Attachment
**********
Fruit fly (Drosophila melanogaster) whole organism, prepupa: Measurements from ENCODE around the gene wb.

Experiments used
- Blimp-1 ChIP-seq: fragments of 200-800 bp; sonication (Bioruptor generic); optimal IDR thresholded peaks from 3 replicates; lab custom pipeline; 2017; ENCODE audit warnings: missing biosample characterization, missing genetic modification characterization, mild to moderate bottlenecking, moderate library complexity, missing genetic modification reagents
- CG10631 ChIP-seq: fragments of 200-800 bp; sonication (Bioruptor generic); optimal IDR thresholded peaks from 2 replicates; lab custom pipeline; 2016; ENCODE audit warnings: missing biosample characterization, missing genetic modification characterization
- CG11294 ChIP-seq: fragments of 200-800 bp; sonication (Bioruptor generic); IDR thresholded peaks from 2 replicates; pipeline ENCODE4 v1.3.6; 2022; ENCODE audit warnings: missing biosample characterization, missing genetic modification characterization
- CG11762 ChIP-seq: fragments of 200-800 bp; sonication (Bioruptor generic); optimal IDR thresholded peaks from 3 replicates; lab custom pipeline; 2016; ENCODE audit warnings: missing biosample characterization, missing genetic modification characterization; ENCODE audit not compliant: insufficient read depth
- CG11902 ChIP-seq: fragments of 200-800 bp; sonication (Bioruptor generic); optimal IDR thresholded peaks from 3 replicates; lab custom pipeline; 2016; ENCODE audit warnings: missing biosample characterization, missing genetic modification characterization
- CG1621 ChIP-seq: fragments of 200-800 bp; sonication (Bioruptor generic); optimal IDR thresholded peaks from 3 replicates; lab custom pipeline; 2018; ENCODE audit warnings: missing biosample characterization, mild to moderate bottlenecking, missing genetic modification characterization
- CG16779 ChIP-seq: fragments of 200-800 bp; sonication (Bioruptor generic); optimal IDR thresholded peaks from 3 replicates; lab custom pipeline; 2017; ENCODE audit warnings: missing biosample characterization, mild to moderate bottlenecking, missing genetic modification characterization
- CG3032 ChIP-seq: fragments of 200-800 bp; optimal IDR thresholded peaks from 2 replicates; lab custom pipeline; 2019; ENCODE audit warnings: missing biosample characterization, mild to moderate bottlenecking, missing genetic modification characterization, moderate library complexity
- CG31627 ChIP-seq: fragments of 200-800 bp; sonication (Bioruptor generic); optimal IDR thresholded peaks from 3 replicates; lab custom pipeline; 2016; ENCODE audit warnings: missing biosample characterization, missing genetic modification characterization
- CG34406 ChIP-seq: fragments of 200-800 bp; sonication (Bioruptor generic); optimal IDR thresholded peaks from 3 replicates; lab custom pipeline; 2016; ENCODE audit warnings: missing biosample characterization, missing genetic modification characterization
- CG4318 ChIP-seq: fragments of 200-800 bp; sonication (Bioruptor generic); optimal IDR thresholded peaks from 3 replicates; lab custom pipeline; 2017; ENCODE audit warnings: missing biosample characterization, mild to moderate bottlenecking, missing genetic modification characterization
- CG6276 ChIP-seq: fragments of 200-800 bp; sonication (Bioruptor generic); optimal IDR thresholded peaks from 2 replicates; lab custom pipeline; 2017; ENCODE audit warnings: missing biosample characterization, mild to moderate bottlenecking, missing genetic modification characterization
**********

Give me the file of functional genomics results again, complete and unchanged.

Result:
Fruit fly (Drosophila melanogaster) whole organism, prepupa: Measurements from ENCODE around the gene wb.

Experiments used
- Blimp-1 ChIP-seq: fragments of 200-800 bp; sonication (Bioruptor generic); optimal IDR thresholded peaks from 3 replicates; lab custom pipeline; 2017; ENCODE audit warnings: missing biosample characterization, missing genetic modification characterization, mild to moderate bottlenecking, moderate library complexity, missing genetic modification reagents
- CG10631 ChIP-seq: fragments of 200-800 bp; sonication (Bioruptor generic); optimal IDR thresholded peaks from 2 replicates; lab custom pipeline; 2016; ENCODE audit warnings: missing biosample characterization, missing genetic modification characterization
- CG11294 ChIP-seq: fragments of 200-800 bp; sonication (Bioruptor generic); IDR thresholded peaks from 2 replicates; pipeline ENCODE4 v1.3.6; 2022; ENCODE audit warnings: missing biosample characterization, missing genetic modification characterization
- CG11762 ChIP-seq: fragments of 200-800 bp; sonication (Bioruptor generic); optimal IDR thresholded peaks from 3 replicates; lab custom pipeline; 2016; ENCODE audit warnings: missing biosample characterization, missing genetic modification characterization; ENCODE audit not compliant: insufficient read depth
- CG11902 ChIP-seq: fragments of 200-800 bp; sonication (Bioruptor generic); optimal IDR thresholded peaks from 3 replicates; lab custom pipeline; 2016; ENCODE audit warnings: missing biosample characterization, missing genetic modification characterization
- CG1621 ChIP-seq: fragments of 200-800 bp; sonication (Bioruptor generic); optimal IDR thresholded peaks from 3 replicates; lab custom pipeline; 2018; ENCODE audit warnings: missing biosample characterization, mild to moderate bottlenecking, missing genetic modification characterization
- CG16779 ChIP-seq: fragments of 200-800 bp; sonication (Bioruptor generic); optimal IDR thresholded peaks from 3 replicates; lab custom pipeline; 2017; ENCODE audit warnings: missing biosample characterization, mild to moderate bottlenecking, missing genetic modification characterization
- CG3032 ChIP-seq: fragments of 200-800 bp; optimal IDR thresholded peaks from 2 replicates; lab custom pipeline; 2019; ENCODE audit warnings: missing biosample characterization, mild to moderate bottlenecking, missing genetic modification characterization, moderate library complexity
- CG31627 ChIP-seq: fragments of 200-800 bp; sonication (Bioruptor generic); optimal IDR thresholded peaks from 3 replicates; lab custom pipeline; 2016; ENCODE audit warnings: missing biosample characterization, missing genetic modification characterization
- CG34406 ChIP-seq: fragments of 200-800 bp; sonication (Bioruptor generic); optimal IDR thresholded peaks from 3 replicates; lab custom pipeline; 2016; ENCODE audit warnings: missing biosample characterization, missing genetic modification characterization
- CG4318 ChIP-seq: fragments of 200-800 bp; sonication (Bioruptor generic); optimal IDR thresholded peaks from 3 replicates; lab custom pipeline; 2017; ENCODE audit warnings: missing biosample characterization, mild to moderate bottlenecking, missing genetic modification characterization
- CG6276 ChIP-seq: fragments of 200-800 bp; sonication (Bioruptor generic); optimal IDR thresholded peaks from 2 replicates; lab custom pipeline; 2017; ENCODE audit warnings: missing biosample characterization, mild to moderate bottlenecking, missing genetic modification characterization